To-nlchl. at a. Fnuil. parrar. Xfaubourfl
Jorn. Itnihler. (illly. Conductor. Sturanl.
I'rl. al.. Manon l.ccaut. Horl; Caruso, Scottl,
Seirurola. Confluctor, Polacco.
Sal. al 2, M Kir Mule. Drolnn. Park
idrti'iil. Homer. Allen: M"7ak. .nkow (debuu,
fiorllz, flrlnold, llrl. Conduptor, HcrU.
Nun. Ke. nta :), t'nncert.av toS1..7). Mlacbs
Klman. Htisilan VloPnUt. Irenntad. Ollly.
KnllreOrch Cnnductnr. Polacco.
Xe&t Week! Mon. At N:lfi. f;irl nf the nMM
Wem. Iiesllnn; t.'anisn. Amain, (illly, Dldur,
Hcl, heciiritla. i nuduclor, i'olacco.
tted. at CM. Trotauire. rtaunold. ITomer.
h'lerak, Amnio, Hol. C'nniluctnr Sturanl.
nur.i i nanngiin:i)a i;siat. at i. rarsi
fal. F'reniHlad: llurrlan. Well. Wltheranoon. rla
rltr, lllnshaw. Itel. Cnuduclor. Hertz.
Ihurs. r.it. et 9.15. Iloheme. Horl, Sparkec
Caruso, nilly, Dldur. Seiurnla. Cnnd., Polaceo.
11 AHUM AX PIAXO USKI).
SOCICTY OF NKW VOHK.
JOSEF STRANSKY n.kciok.
To-nlshtat i:IR A lo-morT0ii(Frl.)Aft.a:3a
SOLOIST GODOWSKI Ap'i&SS
BHL'CKXF.H, Symphony No. VI. : HKAHM9.
Concerto for Plana, op. 83: LISZT, Syinphonlo
Poem "ls Preludes." ,
Mupplrmenlal .utscrlptlona and alncle tickets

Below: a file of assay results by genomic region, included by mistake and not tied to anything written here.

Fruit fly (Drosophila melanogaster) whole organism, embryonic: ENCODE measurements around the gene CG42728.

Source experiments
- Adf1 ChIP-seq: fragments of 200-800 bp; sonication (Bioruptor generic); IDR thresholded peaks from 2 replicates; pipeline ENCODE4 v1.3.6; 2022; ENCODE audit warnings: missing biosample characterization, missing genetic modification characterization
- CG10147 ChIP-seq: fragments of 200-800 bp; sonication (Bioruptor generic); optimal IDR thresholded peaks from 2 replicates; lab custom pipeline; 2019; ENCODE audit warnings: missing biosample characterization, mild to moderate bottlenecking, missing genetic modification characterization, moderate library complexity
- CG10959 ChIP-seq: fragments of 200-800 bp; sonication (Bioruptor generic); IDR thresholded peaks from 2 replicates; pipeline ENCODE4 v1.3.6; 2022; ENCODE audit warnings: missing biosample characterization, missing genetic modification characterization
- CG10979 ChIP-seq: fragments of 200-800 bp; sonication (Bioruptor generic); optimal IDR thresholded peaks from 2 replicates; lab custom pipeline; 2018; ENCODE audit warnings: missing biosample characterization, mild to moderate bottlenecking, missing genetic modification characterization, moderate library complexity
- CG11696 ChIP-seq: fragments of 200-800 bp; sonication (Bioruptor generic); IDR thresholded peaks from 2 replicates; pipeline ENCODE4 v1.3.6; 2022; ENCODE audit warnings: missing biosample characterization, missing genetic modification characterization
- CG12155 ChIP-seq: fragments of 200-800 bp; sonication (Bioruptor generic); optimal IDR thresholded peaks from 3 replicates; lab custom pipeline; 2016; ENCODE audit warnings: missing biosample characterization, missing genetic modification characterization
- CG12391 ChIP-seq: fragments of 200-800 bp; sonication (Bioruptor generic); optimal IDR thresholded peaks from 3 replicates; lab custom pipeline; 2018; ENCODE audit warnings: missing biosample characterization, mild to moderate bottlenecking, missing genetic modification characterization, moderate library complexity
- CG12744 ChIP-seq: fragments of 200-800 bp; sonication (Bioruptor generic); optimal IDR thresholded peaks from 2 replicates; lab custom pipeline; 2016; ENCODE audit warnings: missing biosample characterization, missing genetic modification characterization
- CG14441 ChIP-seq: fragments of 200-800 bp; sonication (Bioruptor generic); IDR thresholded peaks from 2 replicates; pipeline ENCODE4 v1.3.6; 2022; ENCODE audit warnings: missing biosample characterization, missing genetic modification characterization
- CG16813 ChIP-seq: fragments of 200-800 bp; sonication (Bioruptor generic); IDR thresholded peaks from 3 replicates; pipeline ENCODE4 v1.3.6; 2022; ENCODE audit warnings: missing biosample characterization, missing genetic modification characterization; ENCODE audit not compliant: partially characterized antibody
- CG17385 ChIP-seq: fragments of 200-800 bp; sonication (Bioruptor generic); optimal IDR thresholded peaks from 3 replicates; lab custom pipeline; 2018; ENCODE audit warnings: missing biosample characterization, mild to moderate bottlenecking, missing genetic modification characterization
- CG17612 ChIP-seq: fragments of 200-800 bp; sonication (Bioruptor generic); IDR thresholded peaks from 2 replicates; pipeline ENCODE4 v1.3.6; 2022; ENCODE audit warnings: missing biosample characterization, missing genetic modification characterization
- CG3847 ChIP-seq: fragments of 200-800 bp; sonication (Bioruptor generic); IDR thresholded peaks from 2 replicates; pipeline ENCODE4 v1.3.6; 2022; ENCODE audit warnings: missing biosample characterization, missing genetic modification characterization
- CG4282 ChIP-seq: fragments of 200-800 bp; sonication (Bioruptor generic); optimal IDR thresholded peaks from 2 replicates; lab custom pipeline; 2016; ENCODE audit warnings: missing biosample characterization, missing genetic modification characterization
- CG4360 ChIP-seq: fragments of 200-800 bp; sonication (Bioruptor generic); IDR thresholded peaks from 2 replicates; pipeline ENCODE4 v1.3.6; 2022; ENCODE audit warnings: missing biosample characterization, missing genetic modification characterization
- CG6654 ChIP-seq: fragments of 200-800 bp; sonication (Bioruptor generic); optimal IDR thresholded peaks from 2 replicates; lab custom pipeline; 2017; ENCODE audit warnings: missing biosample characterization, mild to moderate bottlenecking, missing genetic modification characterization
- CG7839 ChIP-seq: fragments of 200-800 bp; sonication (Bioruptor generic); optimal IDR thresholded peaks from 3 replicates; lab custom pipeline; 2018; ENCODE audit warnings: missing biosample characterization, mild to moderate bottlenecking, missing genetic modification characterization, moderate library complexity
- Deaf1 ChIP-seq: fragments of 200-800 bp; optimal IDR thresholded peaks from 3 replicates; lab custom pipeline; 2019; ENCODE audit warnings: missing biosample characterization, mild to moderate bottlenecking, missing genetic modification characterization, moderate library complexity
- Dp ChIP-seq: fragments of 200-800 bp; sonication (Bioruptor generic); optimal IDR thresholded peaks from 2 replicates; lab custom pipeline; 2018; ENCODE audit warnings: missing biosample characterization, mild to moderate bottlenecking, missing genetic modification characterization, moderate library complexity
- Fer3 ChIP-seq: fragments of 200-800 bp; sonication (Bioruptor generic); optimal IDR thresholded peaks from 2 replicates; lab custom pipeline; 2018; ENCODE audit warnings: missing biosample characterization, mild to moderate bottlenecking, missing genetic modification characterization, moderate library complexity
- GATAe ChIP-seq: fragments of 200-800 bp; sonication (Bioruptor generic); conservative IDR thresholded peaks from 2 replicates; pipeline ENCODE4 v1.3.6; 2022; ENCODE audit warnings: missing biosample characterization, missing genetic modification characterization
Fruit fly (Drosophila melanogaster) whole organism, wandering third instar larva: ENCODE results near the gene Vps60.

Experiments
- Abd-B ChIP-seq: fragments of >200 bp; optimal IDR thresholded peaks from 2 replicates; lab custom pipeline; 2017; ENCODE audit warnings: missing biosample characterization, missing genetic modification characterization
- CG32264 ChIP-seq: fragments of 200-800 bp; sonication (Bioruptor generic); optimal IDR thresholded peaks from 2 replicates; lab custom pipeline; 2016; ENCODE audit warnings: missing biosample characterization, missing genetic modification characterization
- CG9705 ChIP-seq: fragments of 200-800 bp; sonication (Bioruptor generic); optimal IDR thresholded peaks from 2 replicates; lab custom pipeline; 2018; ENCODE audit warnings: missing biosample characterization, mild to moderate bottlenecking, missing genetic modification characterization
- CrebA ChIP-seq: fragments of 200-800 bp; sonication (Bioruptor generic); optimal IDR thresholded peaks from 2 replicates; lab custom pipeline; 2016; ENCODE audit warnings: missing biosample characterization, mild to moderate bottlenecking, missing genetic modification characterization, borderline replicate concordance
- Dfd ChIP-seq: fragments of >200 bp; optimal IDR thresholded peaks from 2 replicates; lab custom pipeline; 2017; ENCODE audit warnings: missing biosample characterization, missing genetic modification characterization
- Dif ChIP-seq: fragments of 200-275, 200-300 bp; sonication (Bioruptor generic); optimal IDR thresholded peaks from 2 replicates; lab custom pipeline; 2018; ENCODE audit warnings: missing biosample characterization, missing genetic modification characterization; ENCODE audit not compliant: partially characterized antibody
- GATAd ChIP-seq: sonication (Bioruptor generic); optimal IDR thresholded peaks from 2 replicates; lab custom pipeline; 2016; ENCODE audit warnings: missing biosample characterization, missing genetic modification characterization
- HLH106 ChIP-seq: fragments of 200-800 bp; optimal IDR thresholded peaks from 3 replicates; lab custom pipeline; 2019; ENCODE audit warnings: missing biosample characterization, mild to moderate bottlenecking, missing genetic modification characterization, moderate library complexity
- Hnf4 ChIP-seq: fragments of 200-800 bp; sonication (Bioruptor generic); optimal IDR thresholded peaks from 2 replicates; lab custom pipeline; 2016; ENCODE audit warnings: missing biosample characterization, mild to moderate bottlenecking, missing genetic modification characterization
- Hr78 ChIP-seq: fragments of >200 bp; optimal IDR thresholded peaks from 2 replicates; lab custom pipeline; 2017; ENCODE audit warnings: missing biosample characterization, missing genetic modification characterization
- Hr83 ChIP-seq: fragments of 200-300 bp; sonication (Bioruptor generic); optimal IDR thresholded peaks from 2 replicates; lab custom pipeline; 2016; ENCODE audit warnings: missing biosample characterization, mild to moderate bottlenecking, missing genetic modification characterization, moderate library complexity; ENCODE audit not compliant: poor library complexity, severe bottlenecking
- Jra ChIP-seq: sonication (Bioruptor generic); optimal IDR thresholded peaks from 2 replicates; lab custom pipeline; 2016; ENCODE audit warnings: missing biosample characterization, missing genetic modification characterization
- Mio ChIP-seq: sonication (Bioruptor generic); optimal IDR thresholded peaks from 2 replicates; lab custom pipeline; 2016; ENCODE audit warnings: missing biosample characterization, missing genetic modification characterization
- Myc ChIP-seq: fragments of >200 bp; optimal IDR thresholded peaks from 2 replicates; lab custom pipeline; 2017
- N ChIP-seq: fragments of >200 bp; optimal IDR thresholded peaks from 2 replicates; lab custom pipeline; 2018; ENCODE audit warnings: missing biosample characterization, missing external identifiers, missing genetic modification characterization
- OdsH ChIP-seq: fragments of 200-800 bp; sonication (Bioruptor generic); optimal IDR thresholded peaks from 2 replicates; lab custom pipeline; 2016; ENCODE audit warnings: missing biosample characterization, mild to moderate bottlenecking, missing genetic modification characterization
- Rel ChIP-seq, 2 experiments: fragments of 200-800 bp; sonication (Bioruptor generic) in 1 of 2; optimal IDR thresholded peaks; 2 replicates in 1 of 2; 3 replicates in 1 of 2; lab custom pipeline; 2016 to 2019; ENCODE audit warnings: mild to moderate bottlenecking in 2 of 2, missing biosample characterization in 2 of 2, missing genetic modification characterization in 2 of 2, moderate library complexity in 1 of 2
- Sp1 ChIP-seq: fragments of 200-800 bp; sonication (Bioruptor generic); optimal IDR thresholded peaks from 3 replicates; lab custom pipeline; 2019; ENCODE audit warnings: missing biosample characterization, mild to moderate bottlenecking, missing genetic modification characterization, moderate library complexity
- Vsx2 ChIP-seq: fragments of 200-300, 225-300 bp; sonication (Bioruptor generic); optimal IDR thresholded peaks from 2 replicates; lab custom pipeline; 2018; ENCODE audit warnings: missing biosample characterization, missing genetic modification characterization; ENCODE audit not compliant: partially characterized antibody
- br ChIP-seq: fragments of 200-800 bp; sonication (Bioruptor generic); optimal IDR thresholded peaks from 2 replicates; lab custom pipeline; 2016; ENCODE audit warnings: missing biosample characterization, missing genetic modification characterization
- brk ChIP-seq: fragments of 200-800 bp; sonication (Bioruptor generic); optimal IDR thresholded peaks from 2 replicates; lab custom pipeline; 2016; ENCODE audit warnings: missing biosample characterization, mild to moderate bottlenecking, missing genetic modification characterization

now al Hoa OOce. Fella T. Lelfela. Mir.
Brooklyn Academy of Muslo neat Sunday Alt
Nov. 24 at 3:16. Soloist: Mlscha ULMAN.
Society nf New York
WALTER DAMROSCH, Condactir
la.morrotv (Frtdaj) Alt. at U:lu
and Sunday Aft.. Nov. 34, at S.
Nov Aeolian Hall, 4 TT. 4nd Nt.
Handel, Concerto (irosso No. !; Morart. Air,
-Non ilu Andral, riiaro:4!ldmarli,Scherio:
."Non pin Anurai, i iKii;iiniumr,ncnrri
llacbmanlnnff, Svinphotiy K minor Sonfa.
Seal to cl in tl CO al Una OITIce.
an nn nnuu
Fim vouxg pi:opi.i:.
First Concert, Sat., Nov. 23, at 2:38 :
N. V. SYMPHONY tHICHI'.NTKA
Walter Dararosih 'ondlctr1
SkTlckeis at I W 34th St. A Carneirln Hall.J
NEW AEOI.IAN I1AXX.
" PATH ETI QUE"
Cert Hchloaier. VlollalitW
Tickets at Box Offlos. .
Carnegie Hall. NEXT MON. F.VK. at
(Concert Dehut.nl the World'a Greatest Harltone.
(Helen Stanley, Soprano, and Full Orrbeitrs.l
Tickets Jl. ((.SO, 11. 10. nn sale at Hall..
S4 W. 43 St.
11.50. 11.00, '
ibc. ana ooa.
1425 ll'wa. 1.
APOL1AN HAI.L. .14 West 45d St.
TH1.S. I'.VIl., I SONfl IlKClTAl-nKINALB
Ticket 50c. tn
K, now at Hall. Met. WOI.KSOH.N IIUREAU.
LAND SHOW SS&K
10 a. m. to II p. m. Dally and Sundays to Dec. 1st
rRIZE SOIL riODUCTS, Cattla, Skats, Hats, Pt,f
Kaltaatura s tircbxtra Twim Dally - OMHalea.
Frying place theatre
Thurs. ft Sat. Kvea. NARIUCN1ANZ,
Frl. Kve. ft Sat. Mat.-JOUHNAl.lNTKW
COLUMBIA 2 lURIiSIKIKSaf.
JOK WEBKR'S V way 2 St. Ev.8:S0. Mat p5at
A SCRAPE 0' THE PEHSS;
ra Oren, dl.y IM